“Every one of us gave up something to get something. … It was an incredible experience. It really was.”

In all, it took nearly four years to craft legislation, says Widen, who is the Wilderness Society’s senior public lands representative.

“It was a long and tedious process, but that’s really what brought everyone together,” Widen says. “I think the way the Hermosa Creek group worked is just a stellar example of how it should work.”

Bennet and Tipton took the efforts of the Hermosa Creek Workgroup and created bills. The Senate took the first step last year by holding a subcommittee hearing, and the House did the same this year.

Next is for the bill to go to the Senate Energy and Natural Resources Committee and House Natural Resources Committee for “mark-up” – a process where committee members can make changes. If those committees pass the bill, it goes to the full chambers for votes.

“We are very hopeful it will get out of committee in the next 30 days and possibly a floor vote before August recess,” says Darlene Marcus, Tipton’s Durango-based representative. “It is a priority of the congressman and his staff.”

The House’s Natural Resources chairman is Doc Hastings, R-Wash.; Widen said Natural Resources member Rob Bishop, R-Utah, has indicated he wants to move the bill. In the Senate, it’s unclear how soon new Energy and Natural Resources chair, Mary Landrieu, D-La., will bring it up. It may help that Sen. Mark Udall, D-Colo., is a senior member of that committee and a bill co-sponsor.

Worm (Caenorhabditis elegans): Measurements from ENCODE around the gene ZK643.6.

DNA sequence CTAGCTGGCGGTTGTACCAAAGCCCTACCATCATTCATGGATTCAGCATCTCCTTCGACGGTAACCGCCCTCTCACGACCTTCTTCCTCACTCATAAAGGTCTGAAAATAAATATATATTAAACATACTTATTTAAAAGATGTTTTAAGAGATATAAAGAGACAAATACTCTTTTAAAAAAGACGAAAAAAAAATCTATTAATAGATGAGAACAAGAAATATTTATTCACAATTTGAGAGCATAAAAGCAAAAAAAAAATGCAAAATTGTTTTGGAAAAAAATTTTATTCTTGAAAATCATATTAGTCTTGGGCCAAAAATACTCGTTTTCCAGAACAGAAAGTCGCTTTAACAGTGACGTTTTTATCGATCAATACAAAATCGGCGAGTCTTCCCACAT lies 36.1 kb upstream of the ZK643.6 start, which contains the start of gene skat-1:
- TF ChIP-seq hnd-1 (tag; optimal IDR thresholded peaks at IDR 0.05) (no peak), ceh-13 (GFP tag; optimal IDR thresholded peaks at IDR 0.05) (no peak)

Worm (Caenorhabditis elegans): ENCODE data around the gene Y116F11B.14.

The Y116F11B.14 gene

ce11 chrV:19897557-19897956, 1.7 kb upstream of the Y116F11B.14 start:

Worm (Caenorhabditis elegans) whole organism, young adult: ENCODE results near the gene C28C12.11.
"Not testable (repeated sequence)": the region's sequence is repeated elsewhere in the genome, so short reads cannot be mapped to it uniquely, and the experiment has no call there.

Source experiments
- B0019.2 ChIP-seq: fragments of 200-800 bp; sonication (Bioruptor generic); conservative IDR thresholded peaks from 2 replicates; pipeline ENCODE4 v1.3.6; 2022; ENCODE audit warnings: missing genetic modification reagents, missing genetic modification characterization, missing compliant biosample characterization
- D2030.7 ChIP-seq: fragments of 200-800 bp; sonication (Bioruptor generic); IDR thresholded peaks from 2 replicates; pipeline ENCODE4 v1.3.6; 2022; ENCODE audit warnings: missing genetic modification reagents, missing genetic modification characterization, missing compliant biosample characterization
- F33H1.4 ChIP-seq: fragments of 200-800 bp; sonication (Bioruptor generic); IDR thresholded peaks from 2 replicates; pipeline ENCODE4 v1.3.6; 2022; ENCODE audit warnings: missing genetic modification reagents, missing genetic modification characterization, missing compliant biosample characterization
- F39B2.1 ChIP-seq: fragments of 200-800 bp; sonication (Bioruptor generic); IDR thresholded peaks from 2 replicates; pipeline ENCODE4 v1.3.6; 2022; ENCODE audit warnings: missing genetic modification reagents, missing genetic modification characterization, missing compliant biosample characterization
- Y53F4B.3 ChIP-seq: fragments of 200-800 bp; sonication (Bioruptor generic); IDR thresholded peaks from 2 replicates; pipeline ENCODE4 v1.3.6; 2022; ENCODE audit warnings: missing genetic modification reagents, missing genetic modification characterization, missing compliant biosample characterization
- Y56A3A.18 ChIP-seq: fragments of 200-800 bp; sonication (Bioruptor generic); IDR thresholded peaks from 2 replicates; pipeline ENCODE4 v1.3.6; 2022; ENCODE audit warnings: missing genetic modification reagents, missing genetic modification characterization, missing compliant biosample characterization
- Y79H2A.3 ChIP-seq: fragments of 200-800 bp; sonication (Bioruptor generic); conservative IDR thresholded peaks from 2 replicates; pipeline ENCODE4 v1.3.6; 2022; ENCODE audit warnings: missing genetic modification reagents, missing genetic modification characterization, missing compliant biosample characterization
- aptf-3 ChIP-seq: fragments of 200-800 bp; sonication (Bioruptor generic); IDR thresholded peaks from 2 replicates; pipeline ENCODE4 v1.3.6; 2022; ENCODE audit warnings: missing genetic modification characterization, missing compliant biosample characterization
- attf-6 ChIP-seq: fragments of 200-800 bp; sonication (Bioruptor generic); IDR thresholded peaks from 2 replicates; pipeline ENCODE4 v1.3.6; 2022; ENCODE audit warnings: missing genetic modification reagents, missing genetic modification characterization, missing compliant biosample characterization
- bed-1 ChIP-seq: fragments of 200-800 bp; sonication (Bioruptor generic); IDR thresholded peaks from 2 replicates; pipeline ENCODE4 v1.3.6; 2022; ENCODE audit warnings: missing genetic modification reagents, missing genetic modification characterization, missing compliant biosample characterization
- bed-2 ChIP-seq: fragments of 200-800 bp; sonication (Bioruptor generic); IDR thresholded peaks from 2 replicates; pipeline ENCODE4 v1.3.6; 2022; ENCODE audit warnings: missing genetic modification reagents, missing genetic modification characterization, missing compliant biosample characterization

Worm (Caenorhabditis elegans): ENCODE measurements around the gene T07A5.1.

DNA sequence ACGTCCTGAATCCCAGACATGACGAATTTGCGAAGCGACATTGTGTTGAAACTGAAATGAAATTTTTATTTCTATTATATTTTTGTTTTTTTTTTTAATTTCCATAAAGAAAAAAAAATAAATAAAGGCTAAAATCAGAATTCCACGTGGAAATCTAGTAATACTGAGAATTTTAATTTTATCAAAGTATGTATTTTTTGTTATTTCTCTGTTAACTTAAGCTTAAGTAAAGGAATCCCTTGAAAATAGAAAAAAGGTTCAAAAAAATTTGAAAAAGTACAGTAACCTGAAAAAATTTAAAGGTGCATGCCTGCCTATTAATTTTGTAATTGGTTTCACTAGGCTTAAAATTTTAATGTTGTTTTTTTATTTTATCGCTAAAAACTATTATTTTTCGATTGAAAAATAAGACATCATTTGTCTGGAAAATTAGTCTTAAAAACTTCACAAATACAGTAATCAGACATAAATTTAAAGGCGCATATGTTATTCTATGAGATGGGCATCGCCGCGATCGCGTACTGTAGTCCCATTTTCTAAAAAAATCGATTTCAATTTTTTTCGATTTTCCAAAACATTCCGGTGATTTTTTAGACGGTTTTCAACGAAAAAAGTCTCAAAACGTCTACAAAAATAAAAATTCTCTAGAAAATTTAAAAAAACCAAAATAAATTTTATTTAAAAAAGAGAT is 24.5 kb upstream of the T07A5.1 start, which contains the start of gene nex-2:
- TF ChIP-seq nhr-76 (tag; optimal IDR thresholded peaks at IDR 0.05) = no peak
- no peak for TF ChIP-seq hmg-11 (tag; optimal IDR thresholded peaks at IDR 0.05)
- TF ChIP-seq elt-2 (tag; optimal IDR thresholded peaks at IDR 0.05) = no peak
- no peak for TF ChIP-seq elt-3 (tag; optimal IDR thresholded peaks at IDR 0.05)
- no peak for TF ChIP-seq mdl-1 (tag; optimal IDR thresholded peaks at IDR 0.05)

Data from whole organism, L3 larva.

Bennet, through his Denver office, said Sunday that the bill “recognizes the diverse set of people who use the space, ranging from ATVers to fisherman to hikers.” He called Hermosa Creek “one of Colorado’s crown jewels.”

“This is one of our most pressing priorities, and we’re hopeful that we can successfully move it through Congress by the end of this session,” Bennet said.

So what does the act do? For starters, it protects wildlife, much of the current trail use and water quality.

Zink, a Durango native, says he actually got involved stemming from his role as secretary of the Animas Consolidated Ditch Co. The hunter, cyclist and horseman dons so many hats “it wears my hair out.”

He likes the plan because it basically keeps land use the way it is now – and that’s what the community’s been asking for during the last half-century of studies and forest plans.

From the air, the 107,886-acre area, which comprises nearly the entire Hermosa watershed, is an uneven green carpet of trees, with a few brown streaks of forest roads north of the East Fork and the snow-capped peaks of Hermosa and Grayrock on the northern border.

The bill would create 37,236 acres of wilderness in the western portion. There would be a 68,289-acre “special management area,” with the northern chunk to be left as is, dirt roads and all. The eastern part (43,000 acres) would be protected as a roadless area but still allow mountain bikes and motorcycles.